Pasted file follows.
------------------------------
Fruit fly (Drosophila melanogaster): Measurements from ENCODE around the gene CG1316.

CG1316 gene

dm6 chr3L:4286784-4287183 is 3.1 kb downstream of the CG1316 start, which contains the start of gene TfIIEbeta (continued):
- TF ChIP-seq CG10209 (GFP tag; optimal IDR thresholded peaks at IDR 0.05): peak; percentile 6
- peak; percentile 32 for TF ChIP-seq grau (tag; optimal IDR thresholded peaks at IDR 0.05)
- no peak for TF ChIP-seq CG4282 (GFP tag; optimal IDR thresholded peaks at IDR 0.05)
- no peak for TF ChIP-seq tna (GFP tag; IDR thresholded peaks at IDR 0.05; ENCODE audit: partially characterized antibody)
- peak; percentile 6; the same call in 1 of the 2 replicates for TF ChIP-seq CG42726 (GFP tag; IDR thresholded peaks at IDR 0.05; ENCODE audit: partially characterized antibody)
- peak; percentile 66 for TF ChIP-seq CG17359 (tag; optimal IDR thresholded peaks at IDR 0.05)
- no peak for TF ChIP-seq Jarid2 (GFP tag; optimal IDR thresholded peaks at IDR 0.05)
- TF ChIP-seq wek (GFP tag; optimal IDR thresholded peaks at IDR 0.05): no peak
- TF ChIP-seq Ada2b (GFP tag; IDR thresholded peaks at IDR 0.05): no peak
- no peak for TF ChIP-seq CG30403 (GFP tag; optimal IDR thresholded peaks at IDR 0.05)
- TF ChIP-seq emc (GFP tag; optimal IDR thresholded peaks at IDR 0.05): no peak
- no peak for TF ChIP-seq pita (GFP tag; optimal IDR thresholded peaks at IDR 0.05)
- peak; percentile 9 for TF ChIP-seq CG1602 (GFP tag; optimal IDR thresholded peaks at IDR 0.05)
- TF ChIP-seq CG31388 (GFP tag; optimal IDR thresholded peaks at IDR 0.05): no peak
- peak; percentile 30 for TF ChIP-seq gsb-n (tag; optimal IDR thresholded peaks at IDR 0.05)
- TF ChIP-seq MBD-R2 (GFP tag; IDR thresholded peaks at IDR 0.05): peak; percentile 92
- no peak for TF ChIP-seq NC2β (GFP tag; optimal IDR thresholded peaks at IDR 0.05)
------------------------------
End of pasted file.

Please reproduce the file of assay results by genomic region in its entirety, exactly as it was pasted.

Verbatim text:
Fruit fly (Drosophila melanogaster): Measurements from ENCODE around the gene CG1316.

CG1316 gene

dm6 chr3L:4286784-4287183 is 3.1 kb downstream of the CG1316 start, which contains the start of gene TfIIEbeta (continued):
- TF ChIP-seq CG10209 (GFP tag; optimal IDR thresholded peaks at IDR 0.05): peak; percentile 6
- peak; percentile 32 for TF ChIP-seq grau (tag; optimal IDR thresholded peaks at IDR 0.05)
- no peak for TF ChIP-seq CG4282 (GFP tag; optimal IDR thresholded peaks at IDR 0.05)
- no peak for TF ChIP-seq tna (GFP tag; IDR thresholded peaks at IDR 0.05; ENCODE audit: partially characterized antibody)
- peak; percentile 6; the same call in 1 of the 2 replicates for TF ChIP-seq CG42726 (GFP tag; IDR thresholded peaks at IDR 0.05; ENCODE audit: partially characterized antibody)
- peak; percentile 66 for TF ChIP-seq CG17359 (tag; optimal IDR thresholded peaks at IDR 0.05)
- no peak for TF ChIP-seq Jarid2 (GFP tag; optimal IDR thresholded peaks at IDR 0.05)
- TF ChIP-seq wek (GFP tag; optimal IDR thresholded peaks at IDR 0.05): no peak
- TF ChIP-seq Ada2b (GFP tag; IDR thresholded peaks at IDR 0.05): no peak
- no peak for TF ChIP-seq CG30403 (GFP tag; optimal IDR thresholded peaks at IDR 0.05)
- TF ChIP-seq emc (GFP tag; optimal IDR thresholded peaks at IDR 0.05): no peak
- no peak for TF ChIP-seq pita (GFP tag; optimal IDR thresholded peaks at IDR 0.05)
- peak; percentile 9 for TF ChIP-seq CG1602 (GFP tag; optimal IDR thresholded peaks at IDR 0.05)
- TF ChIP-seq CG31388 (GFP tag; optimal IDR thresholded peaks at IDR 0.05): no peak
- peak; percentile 30 for TF ChIP-seq gsb-n (tag; optimal IDR thresholded peaks at IDR 0.05)
- TF ChIP-seq MBD-R2 (GFP tag; IDR thresholded peaks at IDR 0.05): peak; percentile 92
- no peak for TF ChIP-seq NC2β (GFP tag; optimal IDR thresholded peaks at IDR 0.05)